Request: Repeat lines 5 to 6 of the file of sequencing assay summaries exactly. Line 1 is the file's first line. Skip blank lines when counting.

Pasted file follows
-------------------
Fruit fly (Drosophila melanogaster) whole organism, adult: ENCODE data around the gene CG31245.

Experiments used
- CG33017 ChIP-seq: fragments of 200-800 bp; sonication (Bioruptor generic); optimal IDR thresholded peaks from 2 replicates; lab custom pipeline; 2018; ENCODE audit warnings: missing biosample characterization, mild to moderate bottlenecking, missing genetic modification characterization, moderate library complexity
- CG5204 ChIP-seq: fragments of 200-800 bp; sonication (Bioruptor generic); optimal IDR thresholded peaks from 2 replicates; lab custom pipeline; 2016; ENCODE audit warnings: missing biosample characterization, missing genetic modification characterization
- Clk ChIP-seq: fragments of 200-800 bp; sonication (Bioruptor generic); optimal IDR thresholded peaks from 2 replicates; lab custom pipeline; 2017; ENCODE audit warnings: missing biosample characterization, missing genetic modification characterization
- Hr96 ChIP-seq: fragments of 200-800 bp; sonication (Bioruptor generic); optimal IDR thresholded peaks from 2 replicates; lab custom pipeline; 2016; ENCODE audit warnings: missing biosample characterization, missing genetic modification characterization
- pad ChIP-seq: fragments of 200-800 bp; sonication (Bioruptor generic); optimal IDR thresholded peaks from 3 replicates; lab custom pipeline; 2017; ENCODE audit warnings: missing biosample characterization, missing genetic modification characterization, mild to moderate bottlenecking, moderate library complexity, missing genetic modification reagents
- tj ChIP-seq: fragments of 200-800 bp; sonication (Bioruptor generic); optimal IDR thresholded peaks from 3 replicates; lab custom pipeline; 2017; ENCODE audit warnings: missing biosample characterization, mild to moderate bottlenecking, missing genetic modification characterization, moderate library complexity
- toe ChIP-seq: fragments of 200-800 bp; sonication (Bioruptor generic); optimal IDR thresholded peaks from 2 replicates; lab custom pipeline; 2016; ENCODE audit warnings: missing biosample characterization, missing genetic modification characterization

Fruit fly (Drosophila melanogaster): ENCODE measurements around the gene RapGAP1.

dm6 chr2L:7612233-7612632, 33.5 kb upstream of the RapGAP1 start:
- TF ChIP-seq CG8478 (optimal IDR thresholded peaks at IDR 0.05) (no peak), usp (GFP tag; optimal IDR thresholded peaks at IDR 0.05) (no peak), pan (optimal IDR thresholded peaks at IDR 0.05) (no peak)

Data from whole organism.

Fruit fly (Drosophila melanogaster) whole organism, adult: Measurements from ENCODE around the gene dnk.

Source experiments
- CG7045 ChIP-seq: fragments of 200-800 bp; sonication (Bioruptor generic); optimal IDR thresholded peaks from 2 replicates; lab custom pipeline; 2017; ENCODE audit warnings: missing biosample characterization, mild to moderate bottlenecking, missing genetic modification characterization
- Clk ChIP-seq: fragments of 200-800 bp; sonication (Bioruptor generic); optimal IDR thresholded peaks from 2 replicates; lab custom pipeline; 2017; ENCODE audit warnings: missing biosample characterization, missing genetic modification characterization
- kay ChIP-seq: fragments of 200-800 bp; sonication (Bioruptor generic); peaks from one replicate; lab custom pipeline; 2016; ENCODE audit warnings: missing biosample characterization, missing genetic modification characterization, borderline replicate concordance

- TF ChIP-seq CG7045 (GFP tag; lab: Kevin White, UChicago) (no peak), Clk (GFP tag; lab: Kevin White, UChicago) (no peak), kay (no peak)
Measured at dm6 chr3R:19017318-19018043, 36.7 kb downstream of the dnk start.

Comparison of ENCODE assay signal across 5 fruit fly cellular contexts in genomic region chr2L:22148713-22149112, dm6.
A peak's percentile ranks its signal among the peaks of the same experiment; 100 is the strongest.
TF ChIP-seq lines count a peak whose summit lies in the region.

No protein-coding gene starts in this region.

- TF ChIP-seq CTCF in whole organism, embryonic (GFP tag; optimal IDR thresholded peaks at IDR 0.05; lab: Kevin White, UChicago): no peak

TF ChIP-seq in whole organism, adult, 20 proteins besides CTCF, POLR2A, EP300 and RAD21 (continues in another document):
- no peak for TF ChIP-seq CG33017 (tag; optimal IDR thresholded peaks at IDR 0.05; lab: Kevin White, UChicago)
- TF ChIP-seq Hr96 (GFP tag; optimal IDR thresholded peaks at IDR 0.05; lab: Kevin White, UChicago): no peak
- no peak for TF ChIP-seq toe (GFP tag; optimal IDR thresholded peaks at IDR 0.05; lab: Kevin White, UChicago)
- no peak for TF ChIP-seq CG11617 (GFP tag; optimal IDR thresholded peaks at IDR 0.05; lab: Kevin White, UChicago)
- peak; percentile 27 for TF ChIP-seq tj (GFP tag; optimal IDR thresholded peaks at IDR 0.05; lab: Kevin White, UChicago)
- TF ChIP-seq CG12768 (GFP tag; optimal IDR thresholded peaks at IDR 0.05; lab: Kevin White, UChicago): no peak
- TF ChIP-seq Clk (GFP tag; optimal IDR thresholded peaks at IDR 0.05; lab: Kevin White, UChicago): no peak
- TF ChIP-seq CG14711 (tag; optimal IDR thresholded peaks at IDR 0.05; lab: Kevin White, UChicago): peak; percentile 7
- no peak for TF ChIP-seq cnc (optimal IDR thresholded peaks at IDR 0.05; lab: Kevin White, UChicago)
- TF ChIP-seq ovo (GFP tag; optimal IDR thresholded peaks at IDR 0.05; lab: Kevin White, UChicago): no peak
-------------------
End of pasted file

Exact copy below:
- Clk ChIP-seq: fragments of 200-800 bp; sonication (Bioruptor generic); optimal IDR thresholded peaks from 2 replicates; lab custom pipeline; 2017; ENCODE audit warnings: missing biosample characterization, missing genetic modification characterization
- Hr96 ChIP-seq: fragments of 200-800 bp; sonication (Bioruptor generic); optimal IDR thresholded peaks from 2 replicates; lab custom pipeline; 2016; ENCODE audit warnings: missing biosample characterization, missing genetic modification characterization